Before we get to this particular story, one must understand the constitutional protections accorded to Meghalaya and how its economy has evolved as a consequence. The sixth schedule prohibits the transfer and sale of land to non-indegenous, non-tribal "outsiders" who need trade licenses to do business in the state. Tribals are also exempt from paying Income Tax. The sixth schedule also established autonomous district councils for securing tribal rights.
Extractive industries like coal, limestone, ferro-alloys and businesses alcohol brewing form a large portion of the industrial base. A big chunk of investments in these industries are by "outsiders" like Marwaris and Sindhis. Since outsiders cannot own land, they nominate a local director or shareholder, or marry a local to get around the restrictions. Another way that business operates is that an indigenous tribal who owns land gives it out on contract to an outsider. Petrol pumps are an example of such a transaction. According to local sources, 99 percent of petrol pumps in the state are owned by locals and operated by outsiders. This kind of a "rentier" economy is a major feature of Meghalaya.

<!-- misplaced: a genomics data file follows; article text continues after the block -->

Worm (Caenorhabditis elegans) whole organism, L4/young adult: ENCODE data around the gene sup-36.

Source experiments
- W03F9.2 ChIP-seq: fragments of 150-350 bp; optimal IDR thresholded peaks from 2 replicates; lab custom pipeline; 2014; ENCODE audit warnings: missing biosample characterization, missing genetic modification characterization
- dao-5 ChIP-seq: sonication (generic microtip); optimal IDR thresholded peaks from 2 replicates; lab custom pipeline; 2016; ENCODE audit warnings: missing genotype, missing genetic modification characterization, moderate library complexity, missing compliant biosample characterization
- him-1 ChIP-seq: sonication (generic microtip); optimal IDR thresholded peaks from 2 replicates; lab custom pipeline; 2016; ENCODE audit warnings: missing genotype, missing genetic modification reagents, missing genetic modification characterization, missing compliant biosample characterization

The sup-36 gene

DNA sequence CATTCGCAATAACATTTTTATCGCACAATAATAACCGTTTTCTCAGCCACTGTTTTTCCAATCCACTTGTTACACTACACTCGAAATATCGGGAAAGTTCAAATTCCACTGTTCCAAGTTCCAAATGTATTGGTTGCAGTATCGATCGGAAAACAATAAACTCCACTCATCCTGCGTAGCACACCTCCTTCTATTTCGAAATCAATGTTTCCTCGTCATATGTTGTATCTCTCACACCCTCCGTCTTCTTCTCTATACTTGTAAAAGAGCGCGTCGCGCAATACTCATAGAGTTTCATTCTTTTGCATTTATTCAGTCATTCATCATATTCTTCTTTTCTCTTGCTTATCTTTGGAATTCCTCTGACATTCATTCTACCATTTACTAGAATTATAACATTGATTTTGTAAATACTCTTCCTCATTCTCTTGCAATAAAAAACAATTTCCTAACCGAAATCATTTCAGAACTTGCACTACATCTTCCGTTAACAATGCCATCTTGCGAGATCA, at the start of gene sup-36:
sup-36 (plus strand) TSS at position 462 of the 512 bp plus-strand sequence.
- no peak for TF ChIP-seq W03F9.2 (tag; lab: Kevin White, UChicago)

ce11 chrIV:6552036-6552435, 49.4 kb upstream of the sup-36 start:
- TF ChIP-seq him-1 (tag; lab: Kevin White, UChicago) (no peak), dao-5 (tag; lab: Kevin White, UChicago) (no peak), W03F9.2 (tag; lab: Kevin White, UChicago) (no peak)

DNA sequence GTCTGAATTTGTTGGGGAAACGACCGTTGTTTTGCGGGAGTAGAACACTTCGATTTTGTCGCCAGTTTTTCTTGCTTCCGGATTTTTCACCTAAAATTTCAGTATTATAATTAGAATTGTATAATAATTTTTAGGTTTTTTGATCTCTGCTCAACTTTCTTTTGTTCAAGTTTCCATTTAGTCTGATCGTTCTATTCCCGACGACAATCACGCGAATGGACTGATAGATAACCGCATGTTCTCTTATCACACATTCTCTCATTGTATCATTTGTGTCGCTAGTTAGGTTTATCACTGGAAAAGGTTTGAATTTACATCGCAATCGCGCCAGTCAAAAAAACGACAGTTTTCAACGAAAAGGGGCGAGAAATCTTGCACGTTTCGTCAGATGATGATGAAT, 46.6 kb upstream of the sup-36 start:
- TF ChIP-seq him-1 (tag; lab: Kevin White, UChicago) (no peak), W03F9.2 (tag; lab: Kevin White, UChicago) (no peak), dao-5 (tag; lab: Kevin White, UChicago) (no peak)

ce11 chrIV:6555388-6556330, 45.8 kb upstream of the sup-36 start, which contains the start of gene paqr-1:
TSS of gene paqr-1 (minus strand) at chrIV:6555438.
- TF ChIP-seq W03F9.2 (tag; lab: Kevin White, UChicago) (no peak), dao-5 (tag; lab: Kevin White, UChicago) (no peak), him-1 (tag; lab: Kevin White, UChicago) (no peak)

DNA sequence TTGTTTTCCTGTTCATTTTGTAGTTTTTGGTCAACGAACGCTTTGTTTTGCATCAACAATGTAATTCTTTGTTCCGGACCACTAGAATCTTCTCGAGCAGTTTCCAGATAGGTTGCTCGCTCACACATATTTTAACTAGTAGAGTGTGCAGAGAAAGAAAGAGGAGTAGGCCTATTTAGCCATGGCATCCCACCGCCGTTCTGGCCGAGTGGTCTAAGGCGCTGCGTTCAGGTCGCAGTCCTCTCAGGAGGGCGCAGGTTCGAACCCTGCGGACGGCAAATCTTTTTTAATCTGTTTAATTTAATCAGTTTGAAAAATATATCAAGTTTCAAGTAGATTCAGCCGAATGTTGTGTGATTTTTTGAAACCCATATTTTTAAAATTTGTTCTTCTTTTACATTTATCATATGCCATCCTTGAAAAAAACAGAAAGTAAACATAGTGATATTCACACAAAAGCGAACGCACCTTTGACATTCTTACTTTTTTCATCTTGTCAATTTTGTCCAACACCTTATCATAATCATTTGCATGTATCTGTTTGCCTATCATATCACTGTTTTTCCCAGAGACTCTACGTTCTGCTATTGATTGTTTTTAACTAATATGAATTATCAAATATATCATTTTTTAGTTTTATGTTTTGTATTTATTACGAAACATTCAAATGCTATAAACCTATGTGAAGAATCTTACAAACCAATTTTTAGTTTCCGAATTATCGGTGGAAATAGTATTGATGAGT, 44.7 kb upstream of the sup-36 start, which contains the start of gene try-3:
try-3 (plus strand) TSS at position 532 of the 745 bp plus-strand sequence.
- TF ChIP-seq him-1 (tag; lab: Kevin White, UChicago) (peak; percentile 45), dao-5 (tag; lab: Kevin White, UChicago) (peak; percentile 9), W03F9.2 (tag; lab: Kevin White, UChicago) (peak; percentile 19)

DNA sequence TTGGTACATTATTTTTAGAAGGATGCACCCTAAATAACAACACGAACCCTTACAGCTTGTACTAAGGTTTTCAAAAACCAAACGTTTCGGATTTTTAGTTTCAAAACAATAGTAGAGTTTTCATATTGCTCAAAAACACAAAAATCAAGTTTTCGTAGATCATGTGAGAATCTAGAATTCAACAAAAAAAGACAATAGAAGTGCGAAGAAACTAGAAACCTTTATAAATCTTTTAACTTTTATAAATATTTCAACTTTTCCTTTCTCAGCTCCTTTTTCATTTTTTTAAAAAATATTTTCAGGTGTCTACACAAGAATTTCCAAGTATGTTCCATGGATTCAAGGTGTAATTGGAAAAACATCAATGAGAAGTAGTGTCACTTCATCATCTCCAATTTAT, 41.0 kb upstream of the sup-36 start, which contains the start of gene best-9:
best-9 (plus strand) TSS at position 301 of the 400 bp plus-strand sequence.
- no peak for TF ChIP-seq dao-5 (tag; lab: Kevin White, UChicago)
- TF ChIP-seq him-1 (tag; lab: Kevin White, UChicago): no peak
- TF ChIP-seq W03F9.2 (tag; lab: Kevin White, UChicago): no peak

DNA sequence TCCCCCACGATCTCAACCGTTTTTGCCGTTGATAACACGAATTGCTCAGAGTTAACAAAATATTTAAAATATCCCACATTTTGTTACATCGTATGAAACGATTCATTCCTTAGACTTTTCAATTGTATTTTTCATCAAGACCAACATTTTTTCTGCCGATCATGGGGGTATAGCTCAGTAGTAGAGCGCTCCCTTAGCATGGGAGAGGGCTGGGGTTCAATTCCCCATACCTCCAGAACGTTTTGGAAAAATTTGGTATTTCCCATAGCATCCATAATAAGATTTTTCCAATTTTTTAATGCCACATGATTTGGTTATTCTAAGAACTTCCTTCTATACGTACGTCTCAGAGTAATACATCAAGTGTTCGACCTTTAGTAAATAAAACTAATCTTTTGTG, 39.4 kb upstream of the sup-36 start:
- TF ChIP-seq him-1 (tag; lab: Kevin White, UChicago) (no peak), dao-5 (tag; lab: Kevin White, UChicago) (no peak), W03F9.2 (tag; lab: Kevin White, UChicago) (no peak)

"No attempt was made to develop the mineral base which could have helped the locals. Take coal and limestone, they are extracted and transported without value addition," former home minister RG Lyngdoh told Firstpost.
The people who benefit from this arrangement are mostly outsiders and a small section of tribals. A former IAS officer estimated the amount of limestone mined every day at 18,000 tons. "Very little money is earned by the government from limestone mining or cement production," he said. There has been a ban on coal mining imposed by the national green tribunal since 2014.
A person like Rohit Jain has to be understood in this context. "Rohit Jain is a product of this exploitative and colonial system of governance, which exploits natural resources rapaciously and funds politics," a source, who has held important government positions told Firstpost.
In 1997, Meghalaya enacted its first industrial policy, with the aim of generating employment opportunities for locals. In order to attract investments, the state provided a transport subsidy of upto 90 percent and power subsidy of 30 percent. Other perks included a five-year tax holiday and sales tax exemption of up to nine years. Special economic zones were set up in several locations in the state, especially Byrnihat, near the border with Assam and capital from outside was invited to set up manufacturing units.
Rohit Jain, whose family has been in Meghalaya since the 60s, opened a cement and ferro alloys factory. But the real aim was to get the subsidies. "RJ basically played around with the transport and power subsidies," a source said requesting anonymity. The modus operandi was to get manufactured items from outside the state and pass it off as finished goods made in Meghalaya, and thus be eligible to claim the subsidies, according to the source.